If history is any guide, we could be seeing more news articles about ransomware attacks in early 2020. On January 14, 2020, Microsoft Windows 7 and Server 2008 will enter end-of-support. Microsoft will stop offering security patches, leaving any organization running these systems exposed to cyberthreats. An infamous example of what can go wrong is the May 2017 WannaCry attack.
WannaCry: A Microsoft End-of-Support Worst-Case Scenario
On May 12, 2017, the National Health Service (NHS) in the United Kingdom was paralyzed by a ransomware attack when cybercriminals exploited a flaw in WindowsXP. Support for WindowsXP had ended in April 2014, but the NHS continued relying on the system.
Running unsupported systems is a costly, unnecessary business risk
The WannaCry attack created life-threatening situations as 19,000 appointments were canceled, and ambulances diverted across the U.K. As of October 2018, the cost of the attack was estimated at over $100 million. On top of that, the incident was completely preventable because the NHS could have updated their systems before the deadline.
Don’t be lulled into a false sense of security. Your organization doesn’t need to be as large as the NHS to be targeted by ransomware. Small- and medium-sized businesses are more likely to be targeted because they typically have fewer security measures in place and are easier for cybercriminals to attack.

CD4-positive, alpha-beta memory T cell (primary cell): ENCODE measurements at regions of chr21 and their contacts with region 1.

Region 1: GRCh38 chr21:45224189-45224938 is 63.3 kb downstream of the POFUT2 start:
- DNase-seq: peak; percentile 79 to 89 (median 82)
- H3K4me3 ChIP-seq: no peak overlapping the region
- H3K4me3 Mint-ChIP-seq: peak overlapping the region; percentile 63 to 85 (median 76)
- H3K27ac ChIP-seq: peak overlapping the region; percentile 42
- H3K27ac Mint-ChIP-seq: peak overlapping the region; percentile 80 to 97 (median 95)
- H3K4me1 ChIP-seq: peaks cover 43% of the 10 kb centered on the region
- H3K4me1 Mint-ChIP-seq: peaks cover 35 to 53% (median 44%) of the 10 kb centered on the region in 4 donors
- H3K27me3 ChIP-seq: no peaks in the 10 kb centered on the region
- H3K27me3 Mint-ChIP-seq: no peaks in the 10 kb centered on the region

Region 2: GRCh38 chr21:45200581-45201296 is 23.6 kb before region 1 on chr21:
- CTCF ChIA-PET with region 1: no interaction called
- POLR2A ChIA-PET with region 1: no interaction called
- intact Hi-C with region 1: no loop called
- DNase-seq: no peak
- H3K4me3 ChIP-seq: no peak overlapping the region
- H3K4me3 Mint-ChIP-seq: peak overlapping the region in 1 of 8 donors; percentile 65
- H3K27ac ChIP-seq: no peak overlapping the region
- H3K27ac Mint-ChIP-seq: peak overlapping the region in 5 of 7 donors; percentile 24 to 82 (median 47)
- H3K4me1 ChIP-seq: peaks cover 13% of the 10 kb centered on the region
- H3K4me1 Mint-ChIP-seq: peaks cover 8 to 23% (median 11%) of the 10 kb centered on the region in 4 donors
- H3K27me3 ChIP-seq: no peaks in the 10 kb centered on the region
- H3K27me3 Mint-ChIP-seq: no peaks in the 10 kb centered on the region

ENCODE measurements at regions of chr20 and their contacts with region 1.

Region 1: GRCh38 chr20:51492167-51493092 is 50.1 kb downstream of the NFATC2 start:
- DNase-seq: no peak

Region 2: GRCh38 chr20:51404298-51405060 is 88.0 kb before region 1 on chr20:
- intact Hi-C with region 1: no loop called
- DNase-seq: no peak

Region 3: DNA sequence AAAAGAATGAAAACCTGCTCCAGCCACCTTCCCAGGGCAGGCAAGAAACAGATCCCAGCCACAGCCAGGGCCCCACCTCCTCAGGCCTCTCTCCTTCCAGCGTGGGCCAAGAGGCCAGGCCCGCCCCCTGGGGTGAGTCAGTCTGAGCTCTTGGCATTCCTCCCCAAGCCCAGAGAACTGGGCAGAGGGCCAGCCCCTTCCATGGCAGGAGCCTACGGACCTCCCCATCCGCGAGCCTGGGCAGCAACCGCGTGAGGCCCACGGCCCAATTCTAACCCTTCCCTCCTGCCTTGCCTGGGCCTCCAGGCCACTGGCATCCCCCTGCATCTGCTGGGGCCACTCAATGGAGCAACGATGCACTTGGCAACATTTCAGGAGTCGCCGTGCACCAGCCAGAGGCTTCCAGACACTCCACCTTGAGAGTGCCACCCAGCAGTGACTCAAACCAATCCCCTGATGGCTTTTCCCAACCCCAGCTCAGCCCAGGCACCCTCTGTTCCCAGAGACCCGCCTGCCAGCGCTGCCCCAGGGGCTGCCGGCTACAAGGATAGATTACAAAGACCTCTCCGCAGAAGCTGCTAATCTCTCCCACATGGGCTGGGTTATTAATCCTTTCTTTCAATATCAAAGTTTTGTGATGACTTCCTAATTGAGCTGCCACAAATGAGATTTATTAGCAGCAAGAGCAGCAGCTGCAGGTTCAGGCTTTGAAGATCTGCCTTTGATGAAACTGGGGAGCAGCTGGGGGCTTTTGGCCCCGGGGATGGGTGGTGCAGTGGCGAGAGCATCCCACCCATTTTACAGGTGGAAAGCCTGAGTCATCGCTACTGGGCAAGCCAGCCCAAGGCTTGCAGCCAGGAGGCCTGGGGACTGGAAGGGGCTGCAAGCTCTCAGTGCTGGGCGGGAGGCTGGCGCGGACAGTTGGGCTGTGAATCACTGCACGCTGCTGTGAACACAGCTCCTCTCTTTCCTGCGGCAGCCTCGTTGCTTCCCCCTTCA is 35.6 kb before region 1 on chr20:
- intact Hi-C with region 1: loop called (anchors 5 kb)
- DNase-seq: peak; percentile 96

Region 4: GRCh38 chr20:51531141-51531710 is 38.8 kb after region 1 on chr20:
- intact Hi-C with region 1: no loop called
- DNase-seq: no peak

Don’t be in the dark about compromised credentials. Use our free Dark Web Scan to see if cybercriminals have accessed your organization’s data.
Cybercriminals aren’t Your Only Concern
Even if you avoid being phished or hacked, your business could be levied devastating penalties. When you run unsupported systems, you cannot prove your business is secure. Security is a core component of regulations like HIPAA, PCI or GDPR . If you need to meet these standards, you must migrate away from unsupported systems before the deadline or run the risk of failing an audit.
The California Consumer Privacy Act requires supported systems
End-of-support isn’t the only change you have to navigate in January 2020. On the first day of the new year, you’ll also need to adhere to the California Consumer Privacy Act (CCPA). The law grants consumers greater control over their personal information. The definition of “personal data” is incredibly broad, and the law has rigorous standards and steep penalties if you fail to comply. You’re guaranteed to not meet the regulations if you use unsupported systems like Windows 7 and Server 2008.
How to Secure Your Network and Business
If you’re running Windows 7, you need to update to Windows 10. For Server 2008, you’ll have more options. You could move to the cloud, eliminating the end-of-support cycle for your business because updates occur automatically. Or, you can choose to migrate to Server 2016 or 2019.
DiamondIT can help you choose the right system for your business. Contact us to schedule a consultation today.